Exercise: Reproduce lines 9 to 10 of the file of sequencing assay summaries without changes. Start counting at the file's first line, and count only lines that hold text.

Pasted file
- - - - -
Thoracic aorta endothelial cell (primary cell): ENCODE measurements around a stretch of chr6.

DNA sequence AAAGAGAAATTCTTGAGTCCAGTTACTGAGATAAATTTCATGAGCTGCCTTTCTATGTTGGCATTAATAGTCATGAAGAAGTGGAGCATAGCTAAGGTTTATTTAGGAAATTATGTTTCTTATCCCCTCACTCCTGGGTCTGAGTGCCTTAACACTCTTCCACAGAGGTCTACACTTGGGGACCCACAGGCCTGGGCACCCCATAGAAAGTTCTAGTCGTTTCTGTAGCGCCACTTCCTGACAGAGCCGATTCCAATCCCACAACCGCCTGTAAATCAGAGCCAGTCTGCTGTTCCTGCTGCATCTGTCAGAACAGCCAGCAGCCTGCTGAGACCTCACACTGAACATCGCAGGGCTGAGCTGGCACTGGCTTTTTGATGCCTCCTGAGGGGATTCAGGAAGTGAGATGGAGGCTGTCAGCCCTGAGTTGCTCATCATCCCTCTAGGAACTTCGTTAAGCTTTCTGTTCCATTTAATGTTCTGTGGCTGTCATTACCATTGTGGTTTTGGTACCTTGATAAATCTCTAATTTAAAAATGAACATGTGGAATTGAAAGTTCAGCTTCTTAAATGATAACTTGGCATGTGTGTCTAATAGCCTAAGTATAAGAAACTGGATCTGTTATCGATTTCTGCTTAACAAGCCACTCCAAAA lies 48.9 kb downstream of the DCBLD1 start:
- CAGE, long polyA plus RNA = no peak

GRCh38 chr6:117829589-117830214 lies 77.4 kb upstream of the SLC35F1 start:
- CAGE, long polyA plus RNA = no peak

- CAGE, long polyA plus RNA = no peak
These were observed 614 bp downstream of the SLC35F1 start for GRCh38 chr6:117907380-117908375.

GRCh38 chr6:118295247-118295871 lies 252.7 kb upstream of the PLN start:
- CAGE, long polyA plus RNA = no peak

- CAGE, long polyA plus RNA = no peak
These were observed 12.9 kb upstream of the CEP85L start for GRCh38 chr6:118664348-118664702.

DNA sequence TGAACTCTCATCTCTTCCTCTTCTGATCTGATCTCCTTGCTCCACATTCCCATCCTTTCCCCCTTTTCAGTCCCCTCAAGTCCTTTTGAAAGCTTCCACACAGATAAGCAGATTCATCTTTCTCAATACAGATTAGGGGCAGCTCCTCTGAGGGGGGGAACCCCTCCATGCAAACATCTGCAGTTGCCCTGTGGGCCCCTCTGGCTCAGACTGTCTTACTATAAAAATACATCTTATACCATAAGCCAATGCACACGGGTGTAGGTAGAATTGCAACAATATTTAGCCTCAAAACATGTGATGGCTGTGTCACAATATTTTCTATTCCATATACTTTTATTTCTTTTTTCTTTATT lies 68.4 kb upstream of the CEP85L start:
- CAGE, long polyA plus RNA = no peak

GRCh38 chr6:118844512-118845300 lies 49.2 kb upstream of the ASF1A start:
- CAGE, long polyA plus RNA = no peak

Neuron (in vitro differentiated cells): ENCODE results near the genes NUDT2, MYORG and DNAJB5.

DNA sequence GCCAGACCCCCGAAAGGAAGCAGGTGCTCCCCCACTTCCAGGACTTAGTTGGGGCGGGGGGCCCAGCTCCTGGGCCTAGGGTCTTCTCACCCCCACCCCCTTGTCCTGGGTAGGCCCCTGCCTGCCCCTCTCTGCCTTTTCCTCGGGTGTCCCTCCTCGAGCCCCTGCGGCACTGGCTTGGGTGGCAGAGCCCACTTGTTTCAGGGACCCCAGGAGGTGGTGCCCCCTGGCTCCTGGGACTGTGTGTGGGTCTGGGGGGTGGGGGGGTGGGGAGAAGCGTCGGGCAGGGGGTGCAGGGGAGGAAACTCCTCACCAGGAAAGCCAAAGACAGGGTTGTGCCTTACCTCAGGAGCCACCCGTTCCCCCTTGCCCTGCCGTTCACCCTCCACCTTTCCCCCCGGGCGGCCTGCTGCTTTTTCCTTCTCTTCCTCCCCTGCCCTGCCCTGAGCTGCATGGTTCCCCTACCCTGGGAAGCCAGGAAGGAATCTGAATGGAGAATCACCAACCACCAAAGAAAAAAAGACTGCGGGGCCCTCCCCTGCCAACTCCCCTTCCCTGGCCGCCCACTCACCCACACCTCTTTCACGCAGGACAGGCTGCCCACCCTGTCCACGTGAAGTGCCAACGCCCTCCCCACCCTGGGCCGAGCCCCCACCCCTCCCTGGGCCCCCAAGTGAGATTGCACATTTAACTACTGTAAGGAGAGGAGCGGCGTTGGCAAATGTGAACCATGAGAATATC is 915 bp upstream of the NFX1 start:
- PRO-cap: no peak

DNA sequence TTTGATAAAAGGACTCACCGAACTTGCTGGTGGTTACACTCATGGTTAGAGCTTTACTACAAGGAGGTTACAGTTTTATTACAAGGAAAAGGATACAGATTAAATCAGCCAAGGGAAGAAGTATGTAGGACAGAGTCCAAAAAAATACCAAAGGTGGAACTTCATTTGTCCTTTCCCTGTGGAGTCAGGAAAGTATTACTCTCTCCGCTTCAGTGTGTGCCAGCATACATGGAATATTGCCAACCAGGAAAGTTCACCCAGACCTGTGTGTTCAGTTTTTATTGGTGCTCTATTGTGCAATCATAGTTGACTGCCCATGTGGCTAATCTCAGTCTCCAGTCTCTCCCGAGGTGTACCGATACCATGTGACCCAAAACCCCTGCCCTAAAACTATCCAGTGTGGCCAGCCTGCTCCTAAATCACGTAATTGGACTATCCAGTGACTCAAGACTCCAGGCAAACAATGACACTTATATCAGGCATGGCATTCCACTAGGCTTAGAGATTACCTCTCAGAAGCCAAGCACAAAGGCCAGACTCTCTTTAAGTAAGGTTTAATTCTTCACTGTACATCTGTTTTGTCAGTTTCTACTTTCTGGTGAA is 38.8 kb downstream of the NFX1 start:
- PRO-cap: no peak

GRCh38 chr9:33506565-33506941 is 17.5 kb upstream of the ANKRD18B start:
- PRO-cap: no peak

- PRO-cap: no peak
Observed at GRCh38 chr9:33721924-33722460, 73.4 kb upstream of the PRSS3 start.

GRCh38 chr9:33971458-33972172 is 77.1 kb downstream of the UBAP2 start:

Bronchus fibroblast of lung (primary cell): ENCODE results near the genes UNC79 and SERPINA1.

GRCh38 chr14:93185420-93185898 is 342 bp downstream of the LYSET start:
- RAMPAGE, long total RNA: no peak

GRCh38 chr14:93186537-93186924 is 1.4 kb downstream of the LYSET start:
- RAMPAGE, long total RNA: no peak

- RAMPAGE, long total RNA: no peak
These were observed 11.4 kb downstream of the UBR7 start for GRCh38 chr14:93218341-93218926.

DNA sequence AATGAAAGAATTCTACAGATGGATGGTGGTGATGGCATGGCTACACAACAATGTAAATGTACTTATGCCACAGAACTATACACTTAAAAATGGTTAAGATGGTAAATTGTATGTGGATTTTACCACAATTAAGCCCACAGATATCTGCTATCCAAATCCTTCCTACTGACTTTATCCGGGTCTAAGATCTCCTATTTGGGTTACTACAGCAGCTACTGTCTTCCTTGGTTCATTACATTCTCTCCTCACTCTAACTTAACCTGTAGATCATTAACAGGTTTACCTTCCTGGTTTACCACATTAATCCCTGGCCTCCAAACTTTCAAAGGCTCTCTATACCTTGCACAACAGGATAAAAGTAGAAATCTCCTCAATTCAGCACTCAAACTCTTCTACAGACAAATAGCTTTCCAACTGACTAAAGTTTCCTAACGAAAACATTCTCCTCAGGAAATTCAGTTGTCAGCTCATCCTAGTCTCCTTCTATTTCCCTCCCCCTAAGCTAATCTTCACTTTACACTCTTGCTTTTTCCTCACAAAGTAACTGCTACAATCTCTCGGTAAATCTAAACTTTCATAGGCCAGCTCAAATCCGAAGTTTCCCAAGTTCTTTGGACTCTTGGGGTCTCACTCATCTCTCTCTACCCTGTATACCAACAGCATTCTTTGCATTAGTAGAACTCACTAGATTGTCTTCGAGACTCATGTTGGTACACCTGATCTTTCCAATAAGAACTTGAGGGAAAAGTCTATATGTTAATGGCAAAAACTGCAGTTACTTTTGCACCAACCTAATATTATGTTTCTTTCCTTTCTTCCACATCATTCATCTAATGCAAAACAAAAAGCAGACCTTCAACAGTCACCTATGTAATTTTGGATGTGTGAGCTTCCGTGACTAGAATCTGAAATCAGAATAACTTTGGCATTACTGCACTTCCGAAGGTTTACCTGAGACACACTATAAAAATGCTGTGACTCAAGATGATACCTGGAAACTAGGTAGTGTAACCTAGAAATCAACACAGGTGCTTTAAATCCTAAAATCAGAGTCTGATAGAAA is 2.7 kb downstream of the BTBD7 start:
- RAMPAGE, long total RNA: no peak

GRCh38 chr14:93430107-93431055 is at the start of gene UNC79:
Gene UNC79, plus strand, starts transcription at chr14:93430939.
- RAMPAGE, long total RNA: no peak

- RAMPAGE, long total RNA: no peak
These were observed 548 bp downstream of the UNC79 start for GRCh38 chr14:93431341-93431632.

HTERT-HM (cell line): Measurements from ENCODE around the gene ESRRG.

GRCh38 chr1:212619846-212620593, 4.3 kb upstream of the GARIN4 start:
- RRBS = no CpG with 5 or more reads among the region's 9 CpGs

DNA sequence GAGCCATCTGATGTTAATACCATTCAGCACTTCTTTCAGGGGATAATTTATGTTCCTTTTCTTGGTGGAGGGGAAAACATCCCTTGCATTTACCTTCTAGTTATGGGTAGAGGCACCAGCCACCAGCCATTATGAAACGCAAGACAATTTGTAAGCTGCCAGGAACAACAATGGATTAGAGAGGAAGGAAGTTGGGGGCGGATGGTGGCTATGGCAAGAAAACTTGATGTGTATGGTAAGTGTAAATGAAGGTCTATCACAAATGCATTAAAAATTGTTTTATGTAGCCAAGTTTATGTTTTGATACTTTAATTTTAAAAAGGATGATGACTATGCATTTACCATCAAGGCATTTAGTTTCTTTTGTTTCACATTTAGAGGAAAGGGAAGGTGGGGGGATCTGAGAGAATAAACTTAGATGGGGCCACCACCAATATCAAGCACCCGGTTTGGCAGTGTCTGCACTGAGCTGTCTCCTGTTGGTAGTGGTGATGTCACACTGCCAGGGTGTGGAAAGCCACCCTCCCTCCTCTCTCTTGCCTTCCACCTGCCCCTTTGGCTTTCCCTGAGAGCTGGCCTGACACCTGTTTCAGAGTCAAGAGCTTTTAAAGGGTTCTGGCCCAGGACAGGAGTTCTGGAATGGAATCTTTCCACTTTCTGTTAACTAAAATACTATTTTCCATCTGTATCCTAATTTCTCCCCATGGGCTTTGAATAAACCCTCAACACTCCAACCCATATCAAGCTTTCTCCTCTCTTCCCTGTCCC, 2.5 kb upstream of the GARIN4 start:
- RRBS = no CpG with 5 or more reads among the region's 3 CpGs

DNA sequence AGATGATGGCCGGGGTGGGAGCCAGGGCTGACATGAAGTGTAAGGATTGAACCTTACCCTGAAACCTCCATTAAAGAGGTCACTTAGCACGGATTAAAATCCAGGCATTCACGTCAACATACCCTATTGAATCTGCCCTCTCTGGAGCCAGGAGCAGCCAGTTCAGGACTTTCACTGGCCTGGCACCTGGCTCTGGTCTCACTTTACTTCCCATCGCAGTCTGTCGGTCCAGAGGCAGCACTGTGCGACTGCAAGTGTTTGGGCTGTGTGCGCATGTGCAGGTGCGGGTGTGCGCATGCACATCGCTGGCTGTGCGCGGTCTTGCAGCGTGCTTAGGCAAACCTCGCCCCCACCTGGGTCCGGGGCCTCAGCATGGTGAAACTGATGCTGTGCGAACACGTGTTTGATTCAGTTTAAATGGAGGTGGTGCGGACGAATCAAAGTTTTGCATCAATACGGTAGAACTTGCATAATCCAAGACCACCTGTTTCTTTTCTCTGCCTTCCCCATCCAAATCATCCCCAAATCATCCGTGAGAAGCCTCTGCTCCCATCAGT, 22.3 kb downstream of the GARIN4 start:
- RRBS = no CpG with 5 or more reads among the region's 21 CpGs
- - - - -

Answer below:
- CAGE, long polyA plus RNA = no peak

- CAGE, long polyA plus RNA = no peak